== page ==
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‘In Bed With Chris Needham’: Speed metal-obsessed teenager welcomes you to his Wayne’s world
03.14.2016
03:51 pm

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Television

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“Speed metal is just some of the most finest fantastic musicianship you’ll ever hear. I mean, to play an instrument that fast.”

No, In Bed With Chris Needham isn’t quite as laugh-out-loud funny as Heavy Metal Parking Lot—although it’s got several hilarious moments and loads of quotable lines—but it’s most certainly something that would go great on a double bill with it. The title is a play on In Bed with Madonna—which was what her Truth or Dare documentary was called outside of North America—and the film follows around a pimply-faced, speed metal-obsessed teenager with a greasy mullet shaped like a Cocker spaniel’s ears and an attempted moustache named—how’d you guess—Chris Needham.

When we meet the talkative Chris, who hails from the town of Loughborough, Leicestershire, in the East Midlands of England, he’s on the telephone trying to sweet talk a local music store into lending him and his mates some instruments because they haven’t got any of their own and they’ve got an upcoming gig.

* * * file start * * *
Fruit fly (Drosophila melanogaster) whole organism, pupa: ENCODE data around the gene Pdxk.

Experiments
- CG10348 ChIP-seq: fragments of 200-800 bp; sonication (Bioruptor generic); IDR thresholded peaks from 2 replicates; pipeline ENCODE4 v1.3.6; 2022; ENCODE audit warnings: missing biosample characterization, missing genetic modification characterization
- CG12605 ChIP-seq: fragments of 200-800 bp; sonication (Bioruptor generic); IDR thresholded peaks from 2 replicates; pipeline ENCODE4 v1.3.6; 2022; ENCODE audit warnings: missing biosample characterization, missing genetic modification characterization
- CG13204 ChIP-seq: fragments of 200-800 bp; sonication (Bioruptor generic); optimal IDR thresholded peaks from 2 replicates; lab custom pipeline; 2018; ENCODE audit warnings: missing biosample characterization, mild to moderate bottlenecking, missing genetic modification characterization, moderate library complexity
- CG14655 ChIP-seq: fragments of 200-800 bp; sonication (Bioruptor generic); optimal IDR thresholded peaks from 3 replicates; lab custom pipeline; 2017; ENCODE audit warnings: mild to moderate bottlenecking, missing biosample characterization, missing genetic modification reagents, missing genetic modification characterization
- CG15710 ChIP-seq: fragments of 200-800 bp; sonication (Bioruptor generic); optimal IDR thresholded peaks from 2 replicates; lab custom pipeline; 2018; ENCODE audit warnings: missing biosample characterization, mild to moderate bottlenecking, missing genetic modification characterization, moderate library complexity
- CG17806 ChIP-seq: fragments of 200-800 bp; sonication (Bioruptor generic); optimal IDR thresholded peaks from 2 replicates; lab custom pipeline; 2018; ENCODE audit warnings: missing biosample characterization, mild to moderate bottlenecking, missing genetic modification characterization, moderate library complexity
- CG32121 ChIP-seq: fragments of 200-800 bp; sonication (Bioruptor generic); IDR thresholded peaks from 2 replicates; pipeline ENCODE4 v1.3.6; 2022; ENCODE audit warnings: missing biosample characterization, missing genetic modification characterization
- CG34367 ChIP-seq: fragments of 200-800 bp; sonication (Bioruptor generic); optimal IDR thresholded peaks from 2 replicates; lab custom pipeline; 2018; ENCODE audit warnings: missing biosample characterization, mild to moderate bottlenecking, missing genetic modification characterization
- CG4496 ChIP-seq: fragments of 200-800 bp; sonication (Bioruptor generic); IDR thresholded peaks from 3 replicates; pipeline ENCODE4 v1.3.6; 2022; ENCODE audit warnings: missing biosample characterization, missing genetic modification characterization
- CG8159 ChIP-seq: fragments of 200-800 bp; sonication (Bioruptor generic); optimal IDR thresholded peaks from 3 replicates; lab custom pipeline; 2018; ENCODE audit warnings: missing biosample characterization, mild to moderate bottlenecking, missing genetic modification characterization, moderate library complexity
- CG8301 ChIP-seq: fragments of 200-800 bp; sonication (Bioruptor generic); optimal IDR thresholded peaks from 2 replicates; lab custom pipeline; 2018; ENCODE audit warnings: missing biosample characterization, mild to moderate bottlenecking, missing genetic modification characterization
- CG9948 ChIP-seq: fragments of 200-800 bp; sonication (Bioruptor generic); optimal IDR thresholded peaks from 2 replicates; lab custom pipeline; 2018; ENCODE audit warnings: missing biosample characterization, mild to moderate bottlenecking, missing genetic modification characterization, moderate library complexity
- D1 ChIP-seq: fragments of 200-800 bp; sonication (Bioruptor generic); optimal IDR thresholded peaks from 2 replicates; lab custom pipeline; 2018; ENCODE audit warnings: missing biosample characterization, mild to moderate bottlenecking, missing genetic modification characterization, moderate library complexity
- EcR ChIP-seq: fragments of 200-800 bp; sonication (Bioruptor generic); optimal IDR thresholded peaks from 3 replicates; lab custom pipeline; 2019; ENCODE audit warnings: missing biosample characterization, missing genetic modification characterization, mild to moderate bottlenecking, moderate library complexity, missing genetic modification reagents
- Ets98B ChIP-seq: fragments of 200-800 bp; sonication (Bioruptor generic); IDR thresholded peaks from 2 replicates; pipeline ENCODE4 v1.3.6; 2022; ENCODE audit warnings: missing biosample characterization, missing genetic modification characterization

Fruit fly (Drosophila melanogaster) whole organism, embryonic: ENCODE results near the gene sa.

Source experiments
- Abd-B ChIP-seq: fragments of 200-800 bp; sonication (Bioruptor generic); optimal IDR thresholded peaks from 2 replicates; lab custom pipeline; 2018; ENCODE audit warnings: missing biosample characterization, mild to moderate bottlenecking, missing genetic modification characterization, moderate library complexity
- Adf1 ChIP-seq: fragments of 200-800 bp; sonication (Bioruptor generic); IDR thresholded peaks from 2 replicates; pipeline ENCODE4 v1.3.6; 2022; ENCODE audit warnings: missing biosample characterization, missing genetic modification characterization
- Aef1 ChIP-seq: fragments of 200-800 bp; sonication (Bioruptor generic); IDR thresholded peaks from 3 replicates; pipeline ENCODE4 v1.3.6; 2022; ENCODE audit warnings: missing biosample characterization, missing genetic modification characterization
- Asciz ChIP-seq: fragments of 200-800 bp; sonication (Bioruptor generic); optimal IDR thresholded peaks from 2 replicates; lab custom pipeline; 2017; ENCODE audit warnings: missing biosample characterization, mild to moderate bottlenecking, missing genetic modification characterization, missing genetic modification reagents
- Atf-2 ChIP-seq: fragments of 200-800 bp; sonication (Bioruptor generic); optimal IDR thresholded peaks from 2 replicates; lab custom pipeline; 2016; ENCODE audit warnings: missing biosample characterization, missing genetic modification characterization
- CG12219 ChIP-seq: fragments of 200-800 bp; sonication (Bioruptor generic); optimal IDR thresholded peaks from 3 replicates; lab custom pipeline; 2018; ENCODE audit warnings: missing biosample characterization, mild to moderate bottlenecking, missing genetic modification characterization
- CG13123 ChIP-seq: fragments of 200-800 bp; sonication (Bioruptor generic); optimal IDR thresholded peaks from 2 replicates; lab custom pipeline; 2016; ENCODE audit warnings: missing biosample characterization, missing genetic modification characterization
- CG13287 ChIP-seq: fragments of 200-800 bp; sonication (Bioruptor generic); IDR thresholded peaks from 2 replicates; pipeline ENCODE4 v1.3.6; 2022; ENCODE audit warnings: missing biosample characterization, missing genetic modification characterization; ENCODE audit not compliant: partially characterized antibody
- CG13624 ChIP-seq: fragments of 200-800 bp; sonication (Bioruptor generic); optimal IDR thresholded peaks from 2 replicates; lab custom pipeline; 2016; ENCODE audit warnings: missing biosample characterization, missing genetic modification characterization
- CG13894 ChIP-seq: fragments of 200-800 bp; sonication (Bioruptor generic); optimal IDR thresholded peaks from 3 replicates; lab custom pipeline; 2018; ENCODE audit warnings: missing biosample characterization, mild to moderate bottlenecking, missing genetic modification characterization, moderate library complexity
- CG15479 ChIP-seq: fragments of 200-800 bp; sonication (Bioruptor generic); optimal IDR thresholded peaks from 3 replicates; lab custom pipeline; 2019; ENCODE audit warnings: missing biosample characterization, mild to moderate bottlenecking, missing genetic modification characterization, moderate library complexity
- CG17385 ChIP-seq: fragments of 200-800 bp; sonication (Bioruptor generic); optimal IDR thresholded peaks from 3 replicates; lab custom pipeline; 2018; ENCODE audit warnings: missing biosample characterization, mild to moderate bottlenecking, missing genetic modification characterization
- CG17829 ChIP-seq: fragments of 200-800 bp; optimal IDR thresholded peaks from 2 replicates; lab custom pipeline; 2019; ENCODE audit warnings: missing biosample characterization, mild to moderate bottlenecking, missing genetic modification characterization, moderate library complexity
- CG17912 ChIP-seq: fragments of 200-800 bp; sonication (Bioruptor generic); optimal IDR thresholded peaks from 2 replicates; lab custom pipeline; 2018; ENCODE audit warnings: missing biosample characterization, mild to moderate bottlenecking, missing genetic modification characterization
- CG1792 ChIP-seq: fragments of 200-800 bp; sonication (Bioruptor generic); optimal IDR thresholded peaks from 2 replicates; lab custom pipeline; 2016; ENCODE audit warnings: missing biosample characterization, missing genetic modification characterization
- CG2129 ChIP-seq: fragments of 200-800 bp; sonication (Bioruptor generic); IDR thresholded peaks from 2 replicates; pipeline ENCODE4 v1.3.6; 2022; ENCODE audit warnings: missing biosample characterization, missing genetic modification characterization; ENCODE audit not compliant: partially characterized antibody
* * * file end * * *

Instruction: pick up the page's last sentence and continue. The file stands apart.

You see, young Mr. Needham has been selected to appear on a BBC television series called Teenage Video Diaries. This program, which aired in 1993, long before anyone had heard the term “reality TV,” basically just gave cameras to British teens and had them turn the camera on themselves.

A two-part interview with Chris Needham on the LeftLion website states, convincingly, I might add:

If you’ve never seen In Bed With Chris Needham, I feel both sorry and jealous of you. The former because it is unquestionably the greatest TV programme ever, and the latter because one day you will see it with fresh eyes. It’s the kind of programme that makes you want to club yourself into amnesia so you can see it for the first time again and again.

I’ll have you know that I personally decided to watch it after reading the above paragraph, which is why I wanted to include it here. Aren’t you already feeling the urge to watch this thing yourself?

Of course you are.
 

 
Chris reminds me quite a bit of Mark Borchardt, the hapless hesher star of Chris Smith’s immortal classic American Movie. It continues:

The plot: Chris Needham, a 17-year-old Thrash Metal fan from Loughborough who has been absolutely lacerated by the puberty stick, is about to play his first gig with his band, Manslaughter. The problem is, they’re complete rammell. Between their first painful attempts to stand musically upright and their debut gig, Chris takes the time to defend Metal and Youth, unleashes torrents of adolescent venom upon the Green movement, ‘old bastards’, vegetarians, ‘Chart Music’, organised religion, teachers, and Neighbours, conducts a relationship with his girlfriend in excruciatingly painful silence, gets hassled by Mr Taggart and His Amazing Shirt, and goes fishing.

By the end, when a bare-chested Chris performs “I Don’t Want To Save The World” on a video that resembles something one could imitate in the Trocadero for a tenner, you realise that you have just witnessed the definitive statement on how rubbish it is to be an English teenager.

Oh man. This. Is. Good.